South Florida beaches slowly disappearing

In 2003, the city of Hollywood lost about 75 feet of sand all along its beachfront. Showers, lifeguard stations, royal palms and volleyball nets fell into the ocean. I remember standing on the Broadwalk and looking down into the water which, the month before, had been about 100 yards away.

The really unbelievable element in all of this is the cause of this sudden reduction in the beach. A breeze, a steady 20 mph wind out of the east, blew for about eight straight days. As you know if you ever watched The Perfect Storm, wind blowing over the ocean can whip up some serious waves. In this case, the waves weren't serious -- nothing over about three feet, certainly nothing worth surfing on -- but because of the relentless steadiness of the wind, the waves chipped away at the beach, eroding mind-boggling amounts of sand.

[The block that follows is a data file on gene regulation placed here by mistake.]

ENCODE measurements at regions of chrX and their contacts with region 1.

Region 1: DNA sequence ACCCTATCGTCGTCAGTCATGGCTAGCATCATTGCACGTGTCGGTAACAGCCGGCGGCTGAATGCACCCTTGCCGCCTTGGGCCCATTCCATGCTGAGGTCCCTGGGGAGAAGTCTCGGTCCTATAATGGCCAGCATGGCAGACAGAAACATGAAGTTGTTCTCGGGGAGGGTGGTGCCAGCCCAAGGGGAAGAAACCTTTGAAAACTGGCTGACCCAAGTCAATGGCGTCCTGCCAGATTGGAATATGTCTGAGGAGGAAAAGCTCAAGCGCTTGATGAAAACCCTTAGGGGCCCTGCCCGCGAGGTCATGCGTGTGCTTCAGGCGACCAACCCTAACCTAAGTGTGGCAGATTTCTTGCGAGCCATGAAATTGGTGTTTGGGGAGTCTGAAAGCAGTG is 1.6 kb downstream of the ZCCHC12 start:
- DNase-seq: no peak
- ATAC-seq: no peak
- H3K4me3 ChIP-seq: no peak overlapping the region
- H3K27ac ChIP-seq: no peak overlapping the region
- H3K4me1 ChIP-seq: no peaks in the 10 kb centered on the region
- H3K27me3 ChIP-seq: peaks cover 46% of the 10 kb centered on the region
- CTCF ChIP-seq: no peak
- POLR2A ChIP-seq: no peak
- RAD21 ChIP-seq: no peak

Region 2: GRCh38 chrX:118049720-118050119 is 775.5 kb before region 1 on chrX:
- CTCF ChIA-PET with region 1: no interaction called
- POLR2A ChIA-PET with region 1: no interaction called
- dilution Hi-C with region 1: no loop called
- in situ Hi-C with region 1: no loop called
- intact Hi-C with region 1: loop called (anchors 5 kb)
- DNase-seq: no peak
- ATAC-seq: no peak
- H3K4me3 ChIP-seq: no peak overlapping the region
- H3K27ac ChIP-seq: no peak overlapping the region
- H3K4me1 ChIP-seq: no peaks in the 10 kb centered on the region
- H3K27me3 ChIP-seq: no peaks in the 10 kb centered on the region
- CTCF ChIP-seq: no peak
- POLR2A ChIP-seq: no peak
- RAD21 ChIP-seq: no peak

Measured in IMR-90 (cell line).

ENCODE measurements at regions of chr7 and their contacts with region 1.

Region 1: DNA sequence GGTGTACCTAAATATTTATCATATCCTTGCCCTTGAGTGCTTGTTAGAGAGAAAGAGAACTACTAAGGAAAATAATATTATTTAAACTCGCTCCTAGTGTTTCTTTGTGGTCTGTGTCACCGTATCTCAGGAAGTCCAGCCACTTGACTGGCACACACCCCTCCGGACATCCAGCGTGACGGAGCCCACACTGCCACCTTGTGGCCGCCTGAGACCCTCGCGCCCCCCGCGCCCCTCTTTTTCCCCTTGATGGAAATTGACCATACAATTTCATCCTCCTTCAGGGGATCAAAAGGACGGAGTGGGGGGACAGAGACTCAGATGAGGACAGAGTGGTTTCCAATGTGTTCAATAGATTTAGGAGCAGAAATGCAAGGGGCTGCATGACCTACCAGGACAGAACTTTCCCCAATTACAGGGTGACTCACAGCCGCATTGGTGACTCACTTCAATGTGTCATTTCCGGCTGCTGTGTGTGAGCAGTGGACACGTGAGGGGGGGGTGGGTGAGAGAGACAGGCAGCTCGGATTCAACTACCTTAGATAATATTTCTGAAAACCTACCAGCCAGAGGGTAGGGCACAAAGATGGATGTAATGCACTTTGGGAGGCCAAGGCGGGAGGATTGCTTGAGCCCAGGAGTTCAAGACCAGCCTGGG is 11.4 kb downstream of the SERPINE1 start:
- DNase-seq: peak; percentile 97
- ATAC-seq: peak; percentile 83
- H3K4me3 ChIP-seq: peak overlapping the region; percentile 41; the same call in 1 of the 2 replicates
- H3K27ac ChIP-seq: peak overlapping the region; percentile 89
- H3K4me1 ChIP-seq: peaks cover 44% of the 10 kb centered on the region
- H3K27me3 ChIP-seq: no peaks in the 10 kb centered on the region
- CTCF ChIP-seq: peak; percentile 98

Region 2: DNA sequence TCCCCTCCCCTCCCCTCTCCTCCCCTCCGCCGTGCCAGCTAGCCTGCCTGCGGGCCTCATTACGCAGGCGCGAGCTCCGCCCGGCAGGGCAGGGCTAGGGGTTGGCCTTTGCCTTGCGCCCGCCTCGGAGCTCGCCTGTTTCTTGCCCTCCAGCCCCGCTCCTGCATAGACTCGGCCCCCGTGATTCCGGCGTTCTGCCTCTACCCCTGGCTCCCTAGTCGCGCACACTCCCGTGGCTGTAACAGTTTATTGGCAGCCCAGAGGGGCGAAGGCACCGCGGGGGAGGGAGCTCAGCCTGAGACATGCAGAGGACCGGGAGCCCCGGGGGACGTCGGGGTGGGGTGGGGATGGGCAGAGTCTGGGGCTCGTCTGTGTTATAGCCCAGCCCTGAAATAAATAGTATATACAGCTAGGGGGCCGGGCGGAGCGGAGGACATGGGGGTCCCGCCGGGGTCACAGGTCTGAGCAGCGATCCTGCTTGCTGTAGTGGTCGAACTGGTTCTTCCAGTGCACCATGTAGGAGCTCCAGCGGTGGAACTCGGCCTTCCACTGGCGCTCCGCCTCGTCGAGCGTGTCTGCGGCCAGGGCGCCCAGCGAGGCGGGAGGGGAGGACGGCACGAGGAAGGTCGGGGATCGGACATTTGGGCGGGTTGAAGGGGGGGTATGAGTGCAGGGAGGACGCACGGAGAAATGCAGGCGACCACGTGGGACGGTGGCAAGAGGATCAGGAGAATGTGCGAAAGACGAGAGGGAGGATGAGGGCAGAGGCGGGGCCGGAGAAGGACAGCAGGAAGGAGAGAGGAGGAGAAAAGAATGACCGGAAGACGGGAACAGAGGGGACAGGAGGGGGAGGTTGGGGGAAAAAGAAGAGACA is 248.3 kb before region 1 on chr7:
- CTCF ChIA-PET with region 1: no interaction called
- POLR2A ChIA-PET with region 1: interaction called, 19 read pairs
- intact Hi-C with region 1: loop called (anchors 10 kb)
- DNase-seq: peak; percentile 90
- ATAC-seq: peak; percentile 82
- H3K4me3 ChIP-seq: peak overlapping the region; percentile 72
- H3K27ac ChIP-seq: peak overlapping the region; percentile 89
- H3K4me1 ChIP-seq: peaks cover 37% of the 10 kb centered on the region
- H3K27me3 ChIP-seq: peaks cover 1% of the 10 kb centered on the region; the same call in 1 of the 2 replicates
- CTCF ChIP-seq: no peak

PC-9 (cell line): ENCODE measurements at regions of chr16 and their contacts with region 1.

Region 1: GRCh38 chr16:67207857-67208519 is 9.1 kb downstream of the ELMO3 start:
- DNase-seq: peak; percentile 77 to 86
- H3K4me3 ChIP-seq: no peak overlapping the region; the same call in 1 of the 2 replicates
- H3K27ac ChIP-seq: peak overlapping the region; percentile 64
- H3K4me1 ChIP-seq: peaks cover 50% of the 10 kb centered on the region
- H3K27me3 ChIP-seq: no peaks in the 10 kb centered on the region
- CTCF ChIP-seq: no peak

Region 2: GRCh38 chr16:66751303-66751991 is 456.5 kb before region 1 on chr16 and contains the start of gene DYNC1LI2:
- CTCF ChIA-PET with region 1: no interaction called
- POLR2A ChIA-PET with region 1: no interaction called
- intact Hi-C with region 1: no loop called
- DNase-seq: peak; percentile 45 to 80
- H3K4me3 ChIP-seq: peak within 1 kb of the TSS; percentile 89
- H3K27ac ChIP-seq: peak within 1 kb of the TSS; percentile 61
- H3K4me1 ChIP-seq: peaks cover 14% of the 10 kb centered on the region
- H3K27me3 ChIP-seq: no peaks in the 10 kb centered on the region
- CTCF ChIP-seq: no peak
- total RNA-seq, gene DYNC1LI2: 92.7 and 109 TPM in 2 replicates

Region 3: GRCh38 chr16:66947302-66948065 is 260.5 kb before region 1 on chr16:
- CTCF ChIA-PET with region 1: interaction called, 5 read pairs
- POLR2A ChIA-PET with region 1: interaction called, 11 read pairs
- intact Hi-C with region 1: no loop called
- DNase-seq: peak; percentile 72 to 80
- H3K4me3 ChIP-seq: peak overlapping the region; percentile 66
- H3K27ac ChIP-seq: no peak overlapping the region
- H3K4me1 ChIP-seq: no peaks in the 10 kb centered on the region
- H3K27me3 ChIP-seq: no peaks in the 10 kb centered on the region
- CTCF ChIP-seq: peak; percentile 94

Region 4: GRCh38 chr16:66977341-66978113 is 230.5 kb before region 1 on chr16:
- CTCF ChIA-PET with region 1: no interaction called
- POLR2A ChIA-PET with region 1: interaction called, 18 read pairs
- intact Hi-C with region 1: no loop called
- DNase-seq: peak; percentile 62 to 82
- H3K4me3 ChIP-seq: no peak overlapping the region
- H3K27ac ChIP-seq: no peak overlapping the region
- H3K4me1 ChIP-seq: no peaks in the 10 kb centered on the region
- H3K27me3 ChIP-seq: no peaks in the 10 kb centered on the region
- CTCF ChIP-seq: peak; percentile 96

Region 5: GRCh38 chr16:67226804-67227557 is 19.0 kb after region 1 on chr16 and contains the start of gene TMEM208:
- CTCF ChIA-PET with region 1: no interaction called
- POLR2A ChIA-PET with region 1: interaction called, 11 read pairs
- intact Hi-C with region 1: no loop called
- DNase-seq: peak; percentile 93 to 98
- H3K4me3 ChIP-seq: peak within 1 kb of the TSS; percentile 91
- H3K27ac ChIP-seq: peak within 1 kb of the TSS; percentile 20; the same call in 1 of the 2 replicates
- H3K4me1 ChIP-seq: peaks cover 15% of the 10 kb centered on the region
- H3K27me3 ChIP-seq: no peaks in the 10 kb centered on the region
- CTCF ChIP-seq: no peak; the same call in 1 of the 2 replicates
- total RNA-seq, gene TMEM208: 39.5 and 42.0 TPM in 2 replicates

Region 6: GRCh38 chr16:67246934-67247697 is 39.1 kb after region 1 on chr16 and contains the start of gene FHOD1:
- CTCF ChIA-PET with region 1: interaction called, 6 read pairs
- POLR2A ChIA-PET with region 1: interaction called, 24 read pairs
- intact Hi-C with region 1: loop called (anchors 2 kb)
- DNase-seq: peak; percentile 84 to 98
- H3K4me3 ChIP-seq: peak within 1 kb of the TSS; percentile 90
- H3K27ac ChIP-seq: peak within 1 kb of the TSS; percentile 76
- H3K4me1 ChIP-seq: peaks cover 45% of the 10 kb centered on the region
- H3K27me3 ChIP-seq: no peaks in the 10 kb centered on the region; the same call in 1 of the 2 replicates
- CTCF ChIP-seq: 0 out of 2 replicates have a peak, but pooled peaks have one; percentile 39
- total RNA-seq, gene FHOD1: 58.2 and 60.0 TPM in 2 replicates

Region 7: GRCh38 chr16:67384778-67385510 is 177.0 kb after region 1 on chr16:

As this NY Times article points out, wind isn't the only factor in this equation. Rising sea levels, even fairly innocuous amounts of sea-level rise, can have dramatic effects on a waterfront area. Every day, when I'm driving to work, I think about all the people in their fat SUVs and how their exhaust pipes are going to drown us all in a lake ofnew waterfront property as the old stuff slips under the waves. Happy reading!